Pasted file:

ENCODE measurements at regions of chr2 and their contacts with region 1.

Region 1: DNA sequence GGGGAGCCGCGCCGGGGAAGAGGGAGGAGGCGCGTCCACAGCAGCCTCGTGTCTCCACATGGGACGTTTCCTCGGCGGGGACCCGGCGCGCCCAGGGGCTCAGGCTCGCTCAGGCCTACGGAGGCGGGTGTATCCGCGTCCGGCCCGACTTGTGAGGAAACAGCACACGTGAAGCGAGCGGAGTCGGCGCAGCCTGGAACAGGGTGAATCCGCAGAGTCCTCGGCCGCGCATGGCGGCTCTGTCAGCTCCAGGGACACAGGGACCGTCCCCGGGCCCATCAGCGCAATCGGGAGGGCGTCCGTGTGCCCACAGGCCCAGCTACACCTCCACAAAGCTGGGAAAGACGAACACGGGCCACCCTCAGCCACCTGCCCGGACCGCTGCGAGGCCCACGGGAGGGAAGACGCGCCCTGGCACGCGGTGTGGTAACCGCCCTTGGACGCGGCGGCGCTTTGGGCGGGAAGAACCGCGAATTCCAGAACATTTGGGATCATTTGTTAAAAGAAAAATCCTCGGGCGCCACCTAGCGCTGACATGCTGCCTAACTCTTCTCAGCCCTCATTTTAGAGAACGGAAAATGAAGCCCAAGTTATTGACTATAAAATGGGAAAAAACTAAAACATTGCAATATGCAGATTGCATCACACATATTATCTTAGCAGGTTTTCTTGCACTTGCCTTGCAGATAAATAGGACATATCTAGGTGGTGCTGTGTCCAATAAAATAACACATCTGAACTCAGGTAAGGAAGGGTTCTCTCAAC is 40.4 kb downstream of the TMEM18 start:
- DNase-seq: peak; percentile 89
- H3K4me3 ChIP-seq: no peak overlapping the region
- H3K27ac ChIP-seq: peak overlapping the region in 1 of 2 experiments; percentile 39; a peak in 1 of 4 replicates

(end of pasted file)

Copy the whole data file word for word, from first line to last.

ENCODE measurements at regions of chr2 and their contacts with region 1.

Region 1: DNA sequence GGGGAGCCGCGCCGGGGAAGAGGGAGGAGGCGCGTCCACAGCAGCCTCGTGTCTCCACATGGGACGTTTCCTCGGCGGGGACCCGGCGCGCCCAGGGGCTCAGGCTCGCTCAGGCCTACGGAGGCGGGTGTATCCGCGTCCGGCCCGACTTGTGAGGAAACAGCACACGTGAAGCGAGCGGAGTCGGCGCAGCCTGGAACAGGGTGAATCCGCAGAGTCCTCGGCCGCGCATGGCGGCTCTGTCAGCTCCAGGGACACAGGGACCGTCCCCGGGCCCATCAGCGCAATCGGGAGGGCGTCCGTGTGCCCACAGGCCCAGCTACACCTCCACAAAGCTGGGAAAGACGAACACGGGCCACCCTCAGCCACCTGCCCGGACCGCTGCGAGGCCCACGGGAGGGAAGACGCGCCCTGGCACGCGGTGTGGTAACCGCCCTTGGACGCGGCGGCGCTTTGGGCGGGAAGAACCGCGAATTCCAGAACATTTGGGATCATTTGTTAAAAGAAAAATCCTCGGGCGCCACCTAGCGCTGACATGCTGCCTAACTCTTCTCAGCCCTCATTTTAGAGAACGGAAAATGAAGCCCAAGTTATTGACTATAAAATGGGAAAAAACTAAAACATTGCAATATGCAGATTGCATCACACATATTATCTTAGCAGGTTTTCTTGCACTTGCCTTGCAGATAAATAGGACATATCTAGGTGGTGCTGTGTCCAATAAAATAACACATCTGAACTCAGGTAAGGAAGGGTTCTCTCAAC is 40.4 kb downstream of the TMEM18 start:
- DNase-seq: peak; percentile 89
- H3K4me3 ChIP-seq: no peak overlapping the region
- H3K27ac ChIP-seq: peak overlapping the region in 1 of 2 experiments; percentile 39; a peak in 1 of 4 replicates